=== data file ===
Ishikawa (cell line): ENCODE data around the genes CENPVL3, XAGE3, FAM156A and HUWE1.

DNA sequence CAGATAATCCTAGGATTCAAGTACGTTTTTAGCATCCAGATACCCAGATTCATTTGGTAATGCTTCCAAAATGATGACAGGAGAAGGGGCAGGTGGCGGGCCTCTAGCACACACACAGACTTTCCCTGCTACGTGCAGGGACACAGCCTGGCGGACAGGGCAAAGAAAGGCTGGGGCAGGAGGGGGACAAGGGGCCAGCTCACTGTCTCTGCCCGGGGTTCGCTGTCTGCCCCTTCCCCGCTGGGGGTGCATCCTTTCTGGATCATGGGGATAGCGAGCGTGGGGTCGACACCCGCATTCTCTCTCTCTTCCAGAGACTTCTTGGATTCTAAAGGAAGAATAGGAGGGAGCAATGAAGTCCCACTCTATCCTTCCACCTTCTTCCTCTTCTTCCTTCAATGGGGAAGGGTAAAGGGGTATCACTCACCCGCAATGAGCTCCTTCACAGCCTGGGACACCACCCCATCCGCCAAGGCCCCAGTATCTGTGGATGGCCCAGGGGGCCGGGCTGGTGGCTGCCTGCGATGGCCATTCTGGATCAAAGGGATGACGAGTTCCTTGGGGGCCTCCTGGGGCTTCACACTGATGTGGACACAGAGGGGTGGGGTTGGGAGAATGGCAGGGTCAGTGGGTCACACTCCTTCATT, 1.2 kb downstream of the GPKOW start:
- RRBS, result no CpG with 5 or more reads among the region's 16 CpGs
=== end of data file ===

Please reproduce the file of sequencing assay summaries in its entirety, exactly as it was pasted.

Ishikawa (cell line): ENCODE data around the genes CENPVL3, XAGE3, FAM156A and HUWE1.

DNA sequence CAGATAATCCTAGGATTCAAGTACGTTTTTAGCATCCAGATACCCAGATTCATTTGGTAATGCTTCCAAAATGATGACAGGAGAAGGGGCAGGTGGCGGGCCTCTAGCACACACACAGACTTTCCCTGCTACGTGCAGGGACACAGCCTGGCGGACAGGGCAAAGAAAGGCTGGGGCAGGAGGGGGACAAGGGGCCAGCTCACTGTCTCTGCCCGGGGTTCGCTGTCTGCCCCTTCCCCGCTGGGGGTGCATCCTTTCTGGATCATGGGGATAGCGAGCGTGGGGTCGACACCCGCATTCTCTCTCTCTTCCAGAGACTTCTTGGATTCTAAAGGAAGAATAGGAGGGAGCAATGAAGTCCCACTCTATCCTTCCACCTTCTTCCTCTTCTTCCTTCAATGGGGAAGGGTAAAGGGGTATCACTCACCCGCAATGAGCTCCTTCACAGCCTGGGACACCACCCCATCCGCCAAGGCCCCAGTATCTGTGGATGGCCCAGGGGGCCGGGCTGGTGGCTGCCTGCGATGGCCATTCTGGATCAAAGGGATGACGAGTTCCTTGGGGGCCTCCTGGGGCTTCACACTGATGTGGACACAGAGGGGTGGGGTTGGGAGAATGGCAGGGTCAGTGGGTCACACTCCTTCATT, 1.2 kb downstream of the GPKOW start:
- RRBS, result no CpG with 5 or more reads among the region's 16 CpGs